Instant clones allow you to deploy RDSH servers more rapidly, scale more easily, and perform maintenance up to 85 percent more quickly than was previously possible. Instant clones improve security by regenerating and automatically refreshing RDS hosts on a scheduled basis. Instant Clone  Technology requires half the required steps compared to View Composer  when deploying or scaling.

 

 

RDSH with Instant Clone Technology Architecture

 

Publishing is done only when you create a new farm or make changes and want to update an existing farm to reflect the changes. Publishing the master image can take from 7 to 40 minutes, depending on the type of storage and number of hosts you are using. Provisioning the servers takes only 1 or 2 seconds per server. You can perform these tasks at separate times by not enabling provisioning in the Add Farm wizard, so that the provisioning process occurs either at a scheduled time or immediately after the publishing process is complete. When you scale up the pool, all that needs to be done is provisioning.

The provisioning process does not require power operations, and the clones are forked from a running parent VM, so the process takes only a couple of seconds. The engine customizes each forked instant clone. This ClonePrep process performs the following customization tasks in roughly 30 seconds, all without requiring a reboot:

 

 

Example Deployment Times


Instant Clones Composer Linked Clones
Total for 1 and then scaling to 51 RDSH Hosts 9 minutes 45 seconds 35 minutes 56 seconds



Template creation 3 minutes 38 seconds
N/A
Replica creation
3 minutes 58 seconds
3 minutes 4 seconds
Parent creation
13 seconds
N/A
Clone 1 RDSH host
2 seconds
25 seconds
ClonePrep \ SysPrep (for 1 RDSH host)
26 seconds
13 minutes 38 seconds
Total for 1 RDSH host
8 minutes 17 seconds
17 minutes 7 seconds



Clone 50 RDSH hosts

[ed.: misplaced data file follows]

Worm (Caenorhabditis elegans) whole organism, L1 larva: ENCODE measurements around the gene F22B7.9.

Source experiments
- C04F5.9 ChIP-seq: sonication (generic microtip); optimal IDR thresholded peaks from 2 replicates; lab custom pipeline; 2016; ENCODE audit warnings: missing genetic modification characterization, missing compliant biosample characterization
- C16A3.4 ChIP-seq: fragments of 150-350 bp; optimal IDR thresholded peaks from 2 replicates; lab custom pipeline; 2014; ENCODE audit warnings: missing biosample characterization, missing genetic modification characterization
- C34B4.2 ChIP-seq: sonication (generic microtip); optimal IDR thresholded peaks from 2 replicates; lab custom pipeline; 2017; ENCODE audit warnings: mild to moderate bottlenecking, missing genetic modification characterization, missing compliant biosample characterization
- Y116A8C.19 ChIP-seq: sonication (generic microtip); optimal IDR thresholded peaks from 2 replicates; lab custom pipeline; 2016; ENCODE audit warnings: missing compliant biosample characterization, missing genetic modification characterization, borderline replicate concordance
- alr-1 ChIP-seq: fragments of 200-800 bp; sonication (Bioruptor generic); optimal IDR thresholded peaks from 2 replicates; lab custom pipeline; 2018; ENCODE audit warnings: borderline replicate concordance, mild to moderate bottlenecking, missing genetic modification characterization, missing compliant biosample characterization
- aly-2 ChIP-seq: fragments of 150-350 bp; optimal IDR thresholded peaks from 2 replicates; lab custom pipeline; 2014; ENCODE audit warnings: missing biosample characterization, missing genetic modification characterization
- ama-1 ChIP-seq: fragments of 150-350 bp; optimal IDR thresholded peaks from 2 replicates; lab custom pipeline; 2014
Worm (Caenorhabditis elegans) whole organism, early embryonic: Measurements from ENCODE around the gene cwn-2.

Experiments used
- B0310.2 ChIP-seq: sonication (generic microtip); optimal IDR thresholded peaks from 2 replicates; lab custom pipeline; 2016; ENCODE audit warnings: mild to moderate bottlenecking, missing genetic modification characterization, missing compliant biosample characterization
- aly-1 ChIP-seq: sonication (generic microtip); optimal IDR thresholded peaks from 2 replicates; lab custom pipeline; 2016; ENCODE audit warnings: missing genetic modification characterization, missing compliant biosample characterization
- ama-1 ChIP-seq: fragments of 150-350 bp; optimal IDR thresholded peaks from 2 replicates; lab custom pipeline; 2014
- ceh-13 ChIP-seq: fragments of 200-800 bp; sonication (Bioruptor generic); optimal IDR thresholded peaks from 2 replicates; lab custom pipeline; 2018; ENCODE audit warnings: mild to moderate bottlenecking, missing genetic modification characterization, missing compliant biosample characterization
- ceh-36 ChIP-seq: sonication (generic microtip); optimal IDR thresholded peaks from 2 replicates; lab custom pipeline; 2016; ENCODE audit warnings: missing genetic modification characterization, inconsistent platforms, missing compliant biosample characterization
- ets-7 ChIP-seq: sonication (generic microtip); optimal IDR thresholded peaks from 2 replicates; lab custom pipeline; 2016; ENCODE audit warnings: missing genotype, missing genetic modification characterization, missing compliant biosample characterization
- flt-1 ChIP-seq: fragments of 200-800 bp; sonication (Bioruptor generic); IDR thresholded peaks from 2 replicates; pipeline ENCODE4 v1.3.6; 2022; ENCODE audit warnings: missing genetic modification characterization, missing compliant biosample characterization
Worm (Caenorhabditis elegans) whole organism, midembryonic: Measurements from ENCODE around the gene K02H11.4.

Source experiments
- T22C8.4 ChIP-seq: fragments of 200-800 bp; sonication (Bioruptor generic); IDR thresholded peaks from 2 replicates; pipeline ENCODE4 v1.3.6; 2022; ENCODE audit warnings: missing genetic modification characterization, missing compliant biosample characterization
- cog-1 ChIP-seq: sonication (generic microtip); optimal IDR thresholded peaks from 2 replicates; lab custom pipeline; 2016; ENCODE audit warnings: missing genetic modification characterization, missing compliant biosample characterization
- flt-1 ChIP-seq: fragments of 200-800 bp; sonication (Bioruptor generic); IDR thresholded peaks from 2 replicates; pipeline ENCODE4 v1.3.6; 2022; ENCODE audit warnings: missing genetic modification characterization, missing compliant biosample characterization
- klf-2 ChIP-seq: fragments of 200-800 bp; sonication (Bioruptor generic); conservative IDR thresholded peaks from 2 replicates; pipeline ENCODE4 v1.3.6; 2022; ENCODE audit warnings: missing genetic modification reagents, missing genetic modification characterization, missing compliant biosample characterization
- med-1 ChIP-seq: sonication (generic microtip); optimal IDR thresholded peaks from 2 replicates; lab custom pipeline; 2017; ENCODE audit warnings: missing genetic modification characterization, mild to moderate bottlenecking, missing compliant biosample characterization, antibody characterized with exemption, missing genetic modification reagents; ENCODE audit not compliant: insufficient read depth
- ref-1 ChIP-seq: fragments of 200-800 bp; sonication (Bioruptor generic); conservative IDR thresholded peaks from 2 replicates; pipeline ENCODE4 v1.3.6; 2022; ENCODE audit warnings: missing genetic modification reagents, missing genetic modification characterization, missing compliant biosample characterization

48 seconds
4 minutes 1 second
ClonePrep / SysPrep (for 50 RDSH hosts)
40 seconds
14 minutes 48 seconds
Scaling from 1 to 51 RDSH hosts
1 minute 28 seconds
18 minutes 49 seconds

Please note these are real-world timing estimates and do not apply to the Hands On Labs deployment rates you may see in this lab.

Example deployment times (including waiting times) in our testing environment are as seen above. Note how quickly you can scale from 1 to 51 RDS hosts, with instant clones: in 1 minute 28 seconds. In the testing environment, 200 RDS hosts can be instant cloned,  including template/replica/parent creation, in less time than View Composer takes for replica creation and a single RDS host!

 

 

Provision RDSH Instant Clones with Horizon 7

We will skip the priming (already done for this exercise) and dive straight into the fun part, provisioning a farm!

 

 

Review the new Farm

Switch Back to the vSphere tab

 

 

vSphere Login

 

  1. Click the vSphere tab
  2. Select Use Windows session Authentication
  3. Click Login

 

 

Task Console

 

  1. Click Menu
  2. Click Tasks

 

 

Task Completed

 

  1. Wait for the Instant clone virtual machine to be completed before continuing

 

 

Horizon - View Administrator

 

Click - switch back to the View Administrator tab

 

 

Click Farms

 

  1. Click Farms

 

 

Module4-RDSH

 

Success! Your farm has been created and enabled.

This is now ready to create an Instant Clone Desktop Pool or and Application Pool.